Writer may have taken too much 'Poetic License'

February 16, 2012 • Entertainment

In this publicity image provided by 59E59 Theaters, from left, Geraint Wyn Davies, Ari Butler and Liza Vann are shown in a scene from “Poetic License,” performing off-Broadway at 59E59 Theaters in New York. (AP Photo/59E59 Theaters, Carol Rosegg)

NEW YORK (AP) — “Poetic License” is a slyly-named, clever play by Jack Canfora about a renowned, middle-aged poet who is suddenly accused, at the pinnacle of his career, of having plagiarized everything he’s written.

The tense, articulate production opened Wednesday night off-Broadway at 59E59 Theatres.

Geraint Wyn Davies, always impressive, is well-cast as John Greer, a seemingly humble, Pulitzer Prize-winning poet and esteemed professor of literature at a northeastern university who is about to be named U.S. poet laureate. Liza Vann plays his wife, Diane, with waspish bravura. Sharp-tongued and manipulative, Diane has successfully managed her husband’s career for 25 years, creating lucrative opportunities for him.

The play takes place on [auth] one pivotal evening in the family living room, as only-child Katherine (a spirited portrayal by Natalie Kuhn), a college student and aspiring poet who worships her father, nervously brings home her live-in boyfriend, graduate student Edmund (Ari Butler), for what she expects to be a private family weekend celebrating John’s birthday.

Evan Bergman fluently directs the progressively confrontational drama, as the characters exchange lively dialogue of the kind expected from a foursome drenched in academia. While everyone tries to be cordial at first, relations are strained between mother and daughter, and Katherine must continually fend off her mother’s barbed comments. When Diane says, right after meeting Edmund, that she hopes he and Katherine work out, Katherine says sarcastically, “And another chapter in my memoir’s just written itself.”

Canfora also provides a meaty part for Diane, as nearly everything she says is a witty zinger, all delivered with acidic relish and poise by Zann. When Katherine tells Diane after dinner that Edmund’s mother raised him until her death when he was 14, a mildly drunk Diane exclaims thoughtlessly, “Jesus, John, our daughter’s sleeping with a Dickens character.” John gently refers to his wife’s stinging comments as her “lambent wit” and genially points out to Edmund, “Every family’s a foreign country. Impossible to understand all the nuances of the native culture.”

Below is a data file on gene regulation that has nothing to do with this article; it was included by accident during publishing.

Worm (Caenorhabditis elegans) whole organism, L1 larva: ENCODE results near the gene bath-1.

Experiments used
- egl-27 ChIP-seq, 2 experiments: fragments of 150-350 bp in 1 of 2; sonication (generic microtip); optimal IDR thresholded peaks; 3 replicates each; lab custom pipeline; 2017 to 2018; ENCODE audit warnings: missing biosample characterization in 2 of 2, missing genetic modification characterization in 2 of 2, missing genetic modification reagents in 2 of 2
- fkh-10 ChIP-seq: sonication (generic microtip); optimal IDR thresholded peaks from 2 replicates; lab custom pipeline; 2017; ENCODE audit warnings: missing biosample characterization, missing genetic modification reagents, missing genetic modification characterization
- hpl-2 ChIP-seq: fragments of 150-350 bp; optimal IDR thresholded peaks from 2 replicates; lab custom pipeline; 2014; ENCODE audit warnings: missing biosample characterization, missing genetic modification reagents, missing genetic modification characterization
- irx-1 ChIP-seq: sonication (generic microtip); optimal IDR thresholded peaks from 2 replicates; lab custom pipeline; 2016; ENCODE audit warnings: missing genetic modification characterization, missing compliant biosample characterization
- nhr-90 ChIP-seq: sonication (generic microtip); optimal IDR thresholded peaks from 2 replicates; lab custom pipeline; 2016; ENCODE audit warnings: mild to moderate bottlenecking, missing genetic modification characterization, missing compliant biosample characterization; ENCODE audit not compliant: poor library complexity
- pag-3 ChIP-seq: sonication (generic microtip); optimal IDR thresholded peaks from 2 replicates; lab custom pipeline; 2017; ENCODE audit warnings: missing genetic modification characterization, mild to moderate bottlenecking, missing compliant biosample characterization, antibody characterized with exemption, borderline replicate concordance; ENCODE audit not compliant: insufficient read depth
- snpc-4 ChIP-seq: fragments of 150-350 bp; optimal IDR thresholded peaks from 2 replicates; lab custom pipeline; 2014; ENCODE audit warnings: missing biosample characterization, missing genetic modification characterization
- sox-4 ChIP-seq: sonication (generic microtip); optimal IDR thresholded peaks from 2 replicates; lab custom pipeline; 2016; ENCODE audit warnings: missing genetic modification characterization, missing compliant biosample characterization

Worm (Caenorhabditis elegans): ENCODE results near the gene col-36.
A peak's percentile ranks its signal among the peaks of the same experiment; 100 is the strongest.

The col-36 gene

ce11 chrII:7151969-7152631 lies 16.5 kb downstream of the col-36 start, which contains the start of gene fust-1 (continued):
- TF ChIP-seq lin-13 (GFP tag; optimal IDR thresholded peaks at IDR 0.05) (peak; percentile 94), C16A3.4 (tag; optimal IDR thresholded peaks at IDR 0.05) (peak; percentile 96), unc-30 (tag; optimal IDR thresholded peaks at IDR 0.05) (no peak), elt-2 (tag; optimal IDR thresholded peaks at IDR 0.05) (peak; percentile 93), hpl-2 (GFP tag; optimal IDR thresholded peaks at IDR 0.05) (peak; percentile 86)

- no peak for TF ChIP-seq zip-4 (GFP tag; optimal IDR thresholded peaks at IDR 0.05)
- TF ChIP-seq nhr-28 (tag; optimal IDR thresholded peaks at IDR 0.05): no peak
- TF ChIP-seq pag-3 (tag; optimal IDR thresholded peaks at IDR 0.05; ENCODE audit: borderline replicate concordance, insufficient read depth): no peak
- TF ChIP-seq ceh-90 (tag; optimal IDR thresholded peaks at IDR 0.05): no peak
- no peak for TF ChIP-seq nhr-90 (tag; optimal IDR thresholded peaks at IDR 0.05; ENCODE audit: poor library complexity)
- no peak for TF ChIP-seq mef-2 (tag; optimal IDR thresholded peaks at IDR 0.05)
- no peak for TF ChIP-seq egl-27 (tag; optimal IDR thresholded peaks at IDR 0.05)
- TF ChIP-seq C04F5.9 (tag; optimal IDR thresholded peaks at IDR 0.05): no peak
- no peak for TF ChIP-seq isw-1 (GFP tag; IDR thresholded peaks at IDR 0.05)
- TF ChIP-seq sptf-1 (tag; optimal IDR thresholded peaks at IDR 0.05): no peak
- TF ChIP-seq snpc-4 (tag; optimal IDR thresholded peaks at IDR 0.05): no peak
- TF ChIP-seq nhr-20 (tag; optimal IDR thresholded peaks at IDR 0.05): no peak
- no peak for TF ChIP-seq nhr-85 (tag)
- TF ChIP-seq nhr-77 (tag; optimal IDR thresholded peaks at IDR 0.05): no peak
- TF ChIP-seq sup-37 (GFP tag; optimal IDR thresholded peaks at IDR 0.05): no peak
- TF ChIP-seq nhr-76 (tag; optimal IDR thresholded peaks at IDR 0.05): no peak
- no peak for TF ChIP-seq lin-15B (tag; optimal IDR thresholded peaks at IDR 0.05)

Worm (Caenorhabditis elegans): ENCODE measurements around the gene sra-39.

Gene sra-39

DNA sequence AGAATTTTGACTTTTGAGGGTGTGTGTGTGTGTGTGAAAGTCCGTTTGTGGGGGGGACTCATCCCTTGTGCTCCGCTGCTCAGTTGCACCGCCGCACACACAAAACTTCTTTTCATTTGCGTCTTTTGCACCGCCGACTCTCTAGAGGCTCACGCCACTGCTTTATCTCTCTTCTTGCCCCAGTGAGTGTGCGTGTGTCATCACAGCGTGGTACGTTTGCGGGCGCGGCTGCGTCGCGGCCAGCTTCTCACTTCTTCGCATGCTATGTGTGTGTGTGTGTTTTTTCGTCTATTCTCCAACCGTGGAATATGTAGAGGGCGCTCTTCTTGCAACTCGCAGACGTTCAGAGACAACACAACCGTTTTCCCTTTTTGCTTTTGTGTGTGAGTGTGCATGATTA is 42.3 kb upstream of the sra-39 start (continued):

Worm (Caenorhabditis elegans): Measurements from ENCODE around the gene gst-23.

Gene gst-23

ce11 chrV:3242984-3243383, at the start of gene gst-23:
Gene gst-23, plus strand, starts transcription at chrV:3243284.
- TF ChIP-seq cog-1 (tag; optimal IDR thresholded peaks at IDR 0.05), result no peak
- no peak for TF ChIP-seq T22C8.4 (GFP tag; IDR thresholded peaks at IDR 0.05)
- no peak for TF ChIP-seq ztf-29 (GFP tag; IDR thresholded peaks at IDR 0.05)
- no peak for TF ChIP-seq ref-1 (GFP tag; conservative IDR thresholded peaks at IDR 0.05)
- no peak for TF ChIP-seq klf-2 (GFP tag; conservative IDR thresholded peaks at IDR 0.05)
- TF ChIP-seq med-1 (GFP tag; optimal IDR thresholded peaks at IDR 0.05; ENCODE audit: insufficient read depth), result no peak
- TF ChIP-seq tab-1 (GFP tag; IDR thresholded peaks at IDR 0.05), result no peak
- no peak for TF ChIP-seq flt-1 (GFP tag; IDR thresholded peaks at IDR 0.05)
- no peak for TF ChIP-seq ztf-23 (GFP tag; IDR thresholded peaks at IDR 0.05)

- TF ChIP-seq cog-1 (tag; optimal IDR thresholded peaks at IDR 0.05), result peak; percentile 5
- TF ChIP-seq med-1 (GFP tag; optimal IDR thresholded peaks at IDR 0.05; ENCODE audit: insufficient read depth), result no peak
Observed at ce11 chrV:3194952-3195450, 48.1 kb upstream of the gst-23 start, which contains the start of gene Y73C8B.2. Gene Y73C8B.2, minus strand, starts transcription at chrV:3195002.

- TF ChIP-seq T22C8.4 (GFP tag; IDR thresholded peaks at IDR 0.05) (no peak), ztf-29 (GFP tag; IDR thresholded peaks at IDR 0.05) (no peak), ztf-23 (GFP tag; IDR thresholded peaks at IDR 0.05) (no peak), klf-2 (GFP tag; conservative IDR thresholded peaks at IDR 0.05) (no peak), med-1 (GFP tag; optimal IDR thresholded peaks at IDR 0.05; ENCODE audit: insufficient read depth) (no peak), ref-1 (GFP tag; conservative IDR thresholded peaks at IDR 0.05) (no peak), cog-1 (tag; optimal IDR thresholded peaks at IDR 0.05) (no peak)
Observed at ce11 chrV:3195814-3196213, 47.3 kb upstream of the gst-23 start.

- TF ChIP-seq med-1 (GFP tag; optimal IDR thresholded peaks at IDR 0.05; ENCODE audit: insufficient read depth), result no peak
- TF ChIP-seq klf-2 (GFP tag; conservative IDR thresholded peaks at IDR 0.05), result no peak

But Edmund, whom Butler at first plays as apprehensive, sweet and bashful, is soon revealed to have his own agenda, and it’s not to ingratiate himself with Katherine’s parents. Instead, Butler slowly exposes his character’s simmering rage, and Edmund’s desire to honor the memory of his mother.

The shocking allegation about the origin of John’s much-admired poetry is gradually revealed halfway through the play, built up to in well-staged scenes between Edmund and John as they exchange heated allegations. Canfora has written several surprise twists into the plot, and as the Greers struggle to keep up with the confusion Edmund creates, other secrets burst out.

Even in a rumpled gray cardigan sweater, Wyn Davies is impressive, first as a loving father and understanding husband, then masterfully calibrating John’s unraveling into a cornered beast when his career and credibility are challenged. Wyn Davies escalates his character’s fury as John turns defensively mean and nasty while refuting Edmund’s accusations.

Much of the final scene depends on Kuhn’s ability to look confused and stunned, as her character learns of betrayals by both her boyfriend and her father, and John inadvertently destroys the pedestal Katherine’s had him on all her life. The Greer family is left in tatters by Canfora’s script, having begun the evening in more or less smug complacency, but ending it with a white-hot annihilation of their security and happiness.

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